Sri Lankan position
President Rajapaksa is always most scrupulous to avoid ascribing a characteristic to the Indian Constitution, which its very framers have not used.india Updated: Oct 15, 2007 22:05 IST
In 'Lanka President wants a political, not military, solution to conflict (Oct. 14) Nilova Roy Chaudhury states “Rajapaksa spoke of the ‘home-grown solution’, based on the Indian model of federalism…” The report, presumably, is based on President Rajapaksa’s address at the HT Leadership Summit last week and on his interview with the reporter. Having been present at both, I affirm that when referring to the Indian model (Constitution), President Rajapaksa did not describe it as one “of federalism”. The Indian Constitution does not characterise itself as being federal in nature. President Rajapaksa is always most scrupulous to avoid ascribing a characteristic to the Indian Constitution, which its very framers have not used.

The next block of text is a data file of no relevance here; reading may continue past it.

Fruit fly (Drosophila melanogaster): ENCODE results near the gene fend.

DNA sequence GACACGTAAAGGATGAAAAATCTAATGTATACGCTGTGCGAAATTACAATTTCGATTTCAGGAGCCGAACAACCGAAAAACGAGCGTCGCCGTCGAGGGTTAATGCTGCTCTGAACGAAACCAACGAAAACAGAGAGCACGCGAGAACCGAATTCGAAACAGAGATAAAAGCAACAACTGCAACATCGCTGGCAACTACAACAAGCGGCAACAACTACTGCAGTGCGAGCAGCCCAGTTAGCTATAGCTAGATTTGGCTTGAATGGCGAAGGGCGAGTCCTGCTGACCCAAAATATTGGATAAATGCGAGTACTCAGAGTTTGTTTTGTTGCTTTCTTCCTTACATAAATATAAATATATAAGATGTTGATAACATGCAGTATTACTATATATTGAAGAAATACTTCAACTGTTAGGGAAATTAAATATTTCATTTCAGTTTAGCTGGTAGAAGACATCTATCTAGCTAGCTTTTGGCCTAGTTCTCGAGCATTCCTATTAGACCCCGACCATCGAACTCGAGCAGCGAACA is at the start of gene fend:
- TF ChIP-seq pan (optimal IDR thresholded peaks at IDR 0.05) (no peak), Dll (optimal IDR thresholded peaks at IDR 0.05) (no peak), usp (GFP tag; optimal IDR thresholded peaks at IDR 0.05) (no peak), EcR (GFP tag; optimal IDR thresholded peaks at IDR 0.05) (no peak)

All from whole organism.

CR Jayasinghe, High Commissioner Democratic Socialist Republic of Sri Lanka, Delhi
Nilova Roy Chaudhury replies: While I can understand the High Commissioner's desire to be politically correct, given the sensitivities in his country over the kind of formulation of a "home-grown solution", President Rajapaksa is only quoted as using the phrase “home-grown solution”. I stand by what I had written.
Apropos of the report Peace Nobel for Pachauri’s green panel, Gore (October 13), former US Vice-President Al Gore and Rajendra Pachauri, head of the Intergovernmental Panel on Climatic Change, were able to bring about consensus among 3,000 scientists working on global warming issues. It was good to see Pachauri and Gore share the prize.
Rajeev Jain, Sagar
Sonia Gandhi had declared that those opposed to nuclear deal were enemies of development. But her sudden U-turn is shocking. Sonia Gandhi has proved that power is valued over the good of the nation.
RS Vohra, Delhi
Readers may e-mail letters to the editor at: firstname.lastname@example.org